Skip to Main Content
It looks like you're using Internet Explorer 11 or older. This website works best with modern browsers such as the latest versions of Chrome, Firefox, Safari, and Edge. If you continue with this browser, you may see unexpected results.

Patents and Trademarks

Introduction to patents and trademarks

This guide provides a starting point for resources on patents and trademarks. Use the tabs on the side for guidance on resources for patents and trademarks research, including

  • patent application
  • patent search
  • trademark appliction
  • trademark search
  • inventor/entrepreneur assistance
  • public training/events

Need a clarification on patents, trademarks, and copyright? Watch this USPTO video: Basic Facts: Patents, Trademarks, Copyrights 

To learn more about intellectual property (IP) in general, read this open text book by IP experts: Introduction to Intellectual Property

For business owners: Have you thought about what kind of IP protection you may need for your business? You can conduct a preliminary IP assessment to find it out. Complete a survey by following this USPTO's IP Awareness Assessment tool.

What can be patented?

A patent for an invention is the grant of a property right to the inventor, issued by a government agency, such as the United States Patent and Trademark Office (USPTO), for a limited period of time, usually 20 years.  U.S. patent grants are effective only within the United States and U.S. territories.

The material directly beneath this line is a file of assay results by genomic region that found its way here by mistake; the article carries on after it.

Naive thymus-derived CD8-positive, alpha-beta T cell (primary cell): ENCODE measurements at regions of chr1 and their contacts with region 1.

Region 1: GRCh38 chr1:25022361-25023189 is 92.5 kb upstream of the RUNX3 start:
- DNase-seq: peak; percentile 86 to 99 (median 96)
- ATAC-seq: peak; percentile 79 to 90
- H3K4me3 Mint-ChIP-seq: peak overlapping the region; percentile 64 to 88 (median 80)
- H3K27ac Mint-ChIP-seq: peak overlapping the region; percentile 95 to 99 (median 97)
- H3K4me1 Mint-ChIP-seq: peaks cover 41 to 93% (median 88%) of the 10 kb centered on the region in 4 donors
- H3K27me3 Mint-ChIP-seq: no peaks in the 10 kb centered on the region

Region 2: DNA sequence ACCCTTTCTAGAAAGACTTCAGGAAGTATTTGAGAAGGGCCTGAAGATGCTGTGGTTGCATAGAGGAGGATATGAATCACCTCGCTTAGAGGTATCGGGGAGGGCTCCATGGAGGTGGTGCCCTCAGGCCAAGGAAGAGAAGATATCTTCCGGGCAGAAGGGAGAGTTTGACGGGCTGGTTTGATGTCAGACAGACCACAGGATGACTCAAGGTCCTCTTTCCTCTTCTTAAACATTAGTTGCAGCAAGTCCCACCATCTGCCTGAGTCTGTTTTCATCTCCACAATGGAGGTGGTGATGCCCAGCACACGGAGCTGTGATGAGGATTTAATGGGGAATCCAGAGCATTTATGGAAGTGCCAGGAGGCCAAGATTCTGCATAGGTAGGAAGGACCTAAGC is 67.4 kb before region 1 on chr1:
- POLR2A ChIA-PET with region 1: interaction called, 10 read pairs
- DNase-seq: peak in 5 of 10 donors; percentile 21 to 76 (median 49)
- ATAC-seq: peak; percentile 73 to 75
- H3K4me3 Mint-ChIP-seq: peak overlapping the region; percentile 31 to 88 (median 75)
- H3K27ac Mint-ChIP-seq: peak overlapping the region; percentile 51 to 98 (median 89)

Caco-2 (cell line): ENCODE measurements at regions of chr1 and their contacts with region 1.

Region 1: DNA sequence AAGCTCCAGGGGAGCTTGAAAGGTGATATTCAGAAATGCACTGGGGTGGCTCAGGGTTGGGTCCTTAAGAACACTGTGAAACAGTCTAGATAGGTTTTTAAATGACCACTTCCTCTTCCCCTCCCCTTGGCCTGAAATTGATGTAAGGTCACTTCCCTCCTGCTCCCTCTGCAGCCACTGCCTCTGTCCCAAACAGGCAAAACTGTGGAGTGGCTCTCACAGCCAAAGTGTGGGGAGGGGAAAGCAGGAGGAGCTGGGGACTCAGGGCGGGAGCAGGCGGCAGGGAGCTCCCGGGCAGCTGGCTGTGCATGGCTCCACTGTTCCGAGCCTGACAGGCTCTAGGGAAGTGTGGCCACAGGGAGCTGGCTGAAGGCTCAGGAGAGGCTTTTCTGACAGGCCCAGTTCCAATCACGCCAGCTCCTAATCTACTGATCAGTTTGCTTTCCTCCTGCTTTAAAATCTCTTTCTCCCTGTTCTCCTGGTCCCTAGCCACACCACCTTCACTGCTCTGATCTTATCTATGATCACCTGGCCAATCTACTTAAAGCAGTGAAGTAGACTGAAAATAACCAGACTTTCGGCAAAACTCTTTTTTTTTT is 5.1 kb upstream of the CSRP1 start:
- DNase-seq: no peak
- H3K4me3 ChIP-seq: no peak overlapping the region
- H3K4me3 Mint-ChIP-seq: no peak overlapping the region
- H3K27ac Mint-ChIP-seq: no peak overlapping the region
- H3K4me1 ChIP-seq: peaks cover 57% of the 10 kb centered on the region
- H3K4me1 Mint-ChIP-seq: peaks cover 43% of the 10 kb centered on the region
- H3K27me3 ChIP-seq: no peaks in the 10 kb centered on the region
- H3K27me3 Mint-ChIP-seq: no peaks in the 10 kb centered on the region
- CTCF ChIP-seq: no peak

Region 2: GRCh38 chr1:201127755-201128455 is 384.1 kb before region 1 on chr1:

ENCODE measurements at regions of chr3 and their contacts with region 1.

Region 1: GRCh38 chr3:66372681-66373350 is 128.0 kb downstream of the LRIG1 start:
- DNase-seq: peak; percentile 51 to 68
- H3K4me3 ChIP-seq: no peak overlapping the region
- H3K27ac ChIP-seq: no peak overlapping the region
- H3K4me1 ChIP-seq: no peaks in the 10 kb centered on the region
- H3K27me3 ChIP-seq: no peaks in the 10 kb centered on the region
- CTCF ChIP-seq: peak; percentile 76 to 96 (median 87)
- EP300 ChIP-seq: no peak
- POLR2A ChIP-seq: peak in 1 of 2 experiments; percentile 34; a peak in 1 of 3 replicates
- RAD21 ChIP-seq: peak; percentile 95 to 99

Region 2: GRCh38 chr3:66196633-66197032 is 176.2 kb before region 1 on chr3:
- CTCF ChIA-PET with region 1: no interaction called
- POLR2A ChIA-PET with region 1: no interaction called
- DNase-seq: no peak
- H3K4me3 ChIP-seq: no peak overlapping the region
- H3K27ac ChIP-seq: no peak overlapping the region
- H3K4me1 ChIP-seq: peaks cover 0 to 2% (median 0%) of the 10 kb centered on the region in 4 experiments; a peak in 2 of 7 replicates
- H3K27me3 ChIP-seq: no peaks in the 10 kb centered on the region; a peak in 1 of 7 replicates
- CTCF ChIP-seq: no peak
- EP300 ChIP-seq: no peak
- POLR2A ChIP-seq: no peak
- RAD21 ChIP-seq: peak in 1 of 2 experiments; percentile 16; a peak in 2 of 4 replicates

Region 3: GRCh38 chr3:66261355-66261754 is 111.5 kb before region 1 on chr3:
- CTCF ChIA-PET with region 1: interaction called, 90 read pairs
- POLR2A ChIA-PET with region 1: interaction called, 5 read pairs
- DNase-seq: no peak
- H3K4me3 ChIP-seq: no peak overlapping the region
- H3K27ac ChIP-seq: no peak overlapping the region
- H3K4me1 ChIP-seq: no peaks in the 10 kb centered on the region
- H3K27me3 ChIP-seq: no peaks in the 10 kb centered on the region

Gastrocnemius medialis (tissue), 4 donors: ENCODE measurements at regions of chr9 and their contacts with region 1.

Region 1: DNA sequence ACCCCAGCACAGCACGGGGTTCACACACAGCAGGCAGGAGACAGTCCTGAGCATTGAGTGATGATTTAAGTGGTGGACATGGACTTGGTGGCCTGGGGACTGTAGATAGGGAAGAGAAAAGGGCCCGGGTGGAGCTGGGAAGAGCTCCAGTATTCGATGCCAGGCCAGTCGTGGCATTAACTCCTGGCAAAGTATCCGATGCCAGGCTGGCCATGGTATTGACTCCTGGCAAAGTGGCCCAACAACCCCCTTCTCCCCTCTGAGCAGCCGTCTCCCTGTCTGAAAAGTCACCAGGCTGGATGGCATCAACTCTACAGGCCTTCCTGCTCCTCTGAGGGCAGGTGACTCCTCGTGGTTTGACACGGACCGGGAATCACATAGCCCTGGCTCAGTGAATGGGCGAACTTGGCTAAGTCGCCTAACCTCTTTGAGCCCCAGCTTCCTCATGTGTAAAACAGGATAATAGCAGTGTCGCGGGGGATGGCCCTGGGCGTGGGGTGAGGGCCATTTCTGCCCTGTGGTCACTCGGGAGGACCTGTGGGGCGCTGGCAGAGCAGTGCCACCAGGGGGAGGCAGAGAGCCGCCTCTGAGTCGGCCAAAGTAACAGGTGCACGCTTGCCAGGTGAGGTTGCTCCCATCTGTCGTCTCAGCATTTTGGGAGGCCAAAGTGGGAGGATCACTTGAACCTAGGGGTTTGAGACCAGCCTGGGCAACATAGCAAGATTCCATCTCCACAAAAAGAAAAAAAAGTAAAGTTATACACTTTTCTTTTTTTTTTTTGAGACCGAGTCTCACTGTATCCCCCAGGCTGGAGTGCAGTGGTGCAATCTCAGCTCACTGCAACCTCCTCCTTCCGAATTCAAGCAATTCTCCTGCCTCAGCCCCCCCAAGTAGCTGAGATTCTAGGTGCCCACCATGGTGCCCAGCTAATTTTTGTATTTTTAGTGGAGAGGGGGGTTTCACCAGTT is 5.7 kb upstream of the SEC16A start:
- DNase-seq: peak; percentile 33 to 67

There are three types of U.S. patents:

  • A utility patent protects any new and useful process, machine, article of manufacture, or composition of matter, or any new and useful improvement thereof. Generally speaking, a utility patent has a 20 year term from the date of filing.
  • A design patent protects a new, original, and ornamental design for an article of manufacture. Currently, a design patent has a 15 year term from the date of grant.
  • A plant patent protects asexually reproduces any distinct and new variety of plant. The term for a plant patent is 20 years from the date of filing.

Read more about patent basics.

About Patent and Trademark Resource Center (PTRC)

The Patent and Trademark Resource Center (PTRC) is a national network of academic, public and special libraries that provide intellectual property services to the public. The PTRC's mission includes: Disseminating patent and trademark information, and supporting diverse intellectual property needs of the public. The Georgia Tech Library joined PTRC program in 1946 as one of the initial 22 libraries. We have all available patents issued in the U.S. since 1790 on file together with additional search tools. Currently, we provide the following resources and services:

  • A dedicated patent station. This computer is dedicated for patent search in the library. If you need to use this computer to conduct your prior art search, please make a reservation by phone (404-894-4500).
  • Free patent consultation and training. We provide free patent and trademark consultation and training by appointment. Please contact us by email to make an arrangement ( 
  • Training seminars/events. We organize training programs/events, and collaborate with stake holders on special projects. Check the latest updates on Public training/events page.

For current GT students, researchers and staff -  follow this link to additional GT specific resources: Patent Information for Georgia Tech community.

Disclaimer: While the library staff cannot offer legal advice, perform a patent search, assist in writing a patent application, or warrant the completeness of a patentability search, we can provide appropriate training on patent and trademark searching, and link you to the right resources for you to proceed with your invention or entrepreneur start-up ideas.